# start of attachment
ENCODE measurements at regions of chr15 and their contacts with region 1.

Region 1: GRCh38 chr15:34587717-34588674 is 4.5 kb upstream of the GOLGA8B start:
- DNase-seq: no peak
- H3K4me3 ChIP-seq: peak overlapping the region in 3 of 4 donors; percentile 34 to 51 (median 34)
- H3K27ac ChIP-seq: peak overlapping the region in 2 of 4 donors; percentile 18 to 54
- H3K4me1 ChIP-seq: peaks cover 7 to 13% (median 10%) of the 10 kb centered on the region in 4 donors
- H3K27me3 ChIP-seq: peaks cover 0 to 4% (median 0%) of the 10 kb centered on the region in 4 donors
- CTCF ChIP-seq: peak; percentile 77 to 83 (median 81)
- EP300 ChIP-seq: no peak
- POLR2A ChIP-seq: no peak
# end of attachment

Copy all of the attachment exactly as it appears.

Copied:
ENCODE measurements at regions of chr15 and their contacts with region 1.

Region 1: GRCh38 chr15:34587717-34588674 is 4.5 kb upstream of the GOLGA8B start:
- DNase-seq: no peak
- H3K4me3 ChIP-seq: peak overlapping the region in 3 of 4 donors; percentile 34 to 51 (median 34)
- H3K27ac ChIP-seq: peak overlapping the region in 2 of 4 donors; percentile 18 to 54
- H3K4me1 ChIP-seq: peaks cover 7 to 13% (median 10%) of the 10 kb centered on the region in 4 donors
- H3K27me3 ChIP-seq: peaks cover 0 to 4% (median 0%) of the 10 kb centered on the region in 4 donors
- CTCF ChIP-seq: peak; percentile 77 to 83 (median 81)
- EP300 ChIP-seq: no peak
- POLR2A ChIP-seq: no peak